SPARTANBURG, S.C. (WSPA) – An Upstate doctor’s office shut down leaving some patients concerned. Dr. Gordon Early’s office in Spartanburg has been closed.
7 News has learned his license to practice has been temporarily suspended by the state medical board.
Wanda Eller was one of the several patients who arrived at wellness family medicine in Spartanburg wondering what happened to their doctor.
“I’ve been coming here.. this is my 10th year,” said Eller. “He’s always helped me out, he’s a good talker.”
The sign out front read walk-ins are being accepted, but a letter on the door read otherwise.
The letter is from Dr. Early telling patients “the practice has been closed until further notice.”
A letter from the South Carolina Department of Labor, Licensing, and Regulation, dated Feburary 6th, explains what happened.
It said Dr. Early’s “license to practice in this State is hereby temporarily suspended.”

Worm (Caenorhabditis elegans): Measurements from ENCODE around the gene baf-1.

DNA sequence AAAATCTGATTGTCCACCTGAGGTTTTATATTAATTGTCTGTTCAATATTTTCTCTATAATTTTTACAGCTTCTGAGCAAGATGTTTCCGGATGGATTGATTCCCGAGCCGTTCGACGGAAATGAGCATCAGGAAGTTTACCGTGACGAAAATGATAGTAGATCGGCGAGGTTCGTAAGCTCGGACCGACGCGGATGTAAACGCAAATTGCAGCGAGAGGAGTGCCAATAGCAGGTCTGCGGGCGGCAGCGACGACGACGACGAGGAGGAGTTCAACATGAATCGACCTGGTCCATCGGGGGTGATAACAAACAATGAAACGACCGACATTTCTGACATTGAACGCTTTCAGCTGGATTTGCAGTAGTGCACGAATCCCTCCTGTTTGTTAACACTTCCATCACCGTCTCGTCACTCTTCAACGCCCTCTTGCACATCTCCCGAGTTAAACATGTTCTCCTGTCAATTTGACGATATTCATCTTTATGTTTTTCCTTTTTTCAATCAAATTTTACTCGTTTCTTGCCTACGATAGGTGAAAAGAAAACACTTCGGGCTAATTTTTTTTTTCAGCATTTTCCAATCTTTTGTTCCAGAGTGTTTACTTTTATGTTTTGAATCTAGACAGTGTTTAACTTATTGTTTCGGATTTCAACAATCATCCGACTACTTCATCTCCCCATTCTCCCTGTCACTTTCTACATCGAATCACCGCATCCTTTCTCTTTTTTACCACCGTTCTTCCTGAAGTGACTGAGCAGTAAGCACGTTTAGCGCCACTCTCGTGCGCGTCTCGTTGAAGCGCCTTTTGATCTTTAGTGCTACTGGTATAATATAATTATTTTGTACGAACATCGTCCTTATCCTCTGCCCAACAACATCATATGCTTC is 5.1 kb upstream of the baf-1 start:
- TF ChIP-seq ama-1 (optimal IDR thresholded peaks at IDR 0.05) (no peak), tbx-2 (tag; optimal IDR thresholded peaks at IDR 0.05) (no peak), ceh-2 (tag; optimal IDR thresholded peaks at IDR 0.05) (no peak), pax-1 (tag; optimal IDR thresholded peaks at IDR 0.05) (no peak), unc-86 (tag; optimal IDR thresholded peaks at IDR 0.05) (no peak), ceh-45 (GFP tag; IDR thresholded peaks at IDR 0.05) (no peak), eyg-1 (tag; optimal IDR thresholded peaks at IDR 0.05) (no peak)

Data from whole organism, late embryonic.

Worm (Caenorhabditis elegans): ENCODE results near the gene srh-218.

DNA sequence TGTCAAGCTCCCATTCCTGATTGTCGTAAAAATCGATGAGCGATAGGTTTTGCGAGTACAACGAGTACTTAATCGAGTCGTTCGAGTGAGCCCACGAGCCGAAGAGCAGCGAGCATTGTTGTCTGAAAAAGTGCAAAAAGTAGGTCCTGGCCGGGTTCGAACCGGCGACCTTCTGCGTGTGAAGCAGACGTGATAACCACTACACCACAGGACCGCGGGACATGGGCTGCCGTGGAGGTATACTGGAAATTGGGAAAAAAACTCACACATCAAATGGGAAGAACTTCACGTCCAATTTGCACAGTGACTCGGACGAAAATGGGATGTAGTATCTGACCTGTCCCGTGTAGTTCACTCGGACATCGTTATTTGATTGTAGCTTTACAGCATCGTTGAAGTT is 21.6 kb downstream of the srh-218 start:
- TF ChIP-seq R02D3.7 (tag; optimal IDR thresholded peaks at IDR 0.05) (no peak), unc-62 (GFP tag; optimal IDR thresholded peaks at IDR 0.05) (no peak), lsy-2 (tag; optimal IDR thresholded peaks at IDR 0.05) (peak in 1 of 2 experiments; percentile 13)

“Although this process is intended to be confidential, I can say that I’m vigorously contesting the allegations made against me,” said Dr. Early to 7 News Reporter Nickelle Smith. “I strongly disagree with the board’s actions in suspending my license.”
Kim High said she’s been a patient for more than a decade. “I couldn’t believe it,” she said. “He’s a phenomenal physician.” She said she was surprised at how she learned of the closure. “The doors were locked. The blinds were closed. There were two signs on the door,” she said.
Dr. Early said he’d seen over 800 patients in the past three months.
“I’m saddened by the impact this has had on my patients,” he said.
He said was not able to give advanced notice because the suspension was effective immediately, and he was awaiting the results of an emergency appeal. He says some patients received an email, and others will get a letter with information on how to get their medical records and find another doctor.
“It’s a headache. It’s a headache right now,” said High.
Dr. Early said he’s now working to get the temporary suspension lifted. There’s no word on how long that will take, but Dr. Early said he anticipates the closure will last at least three months.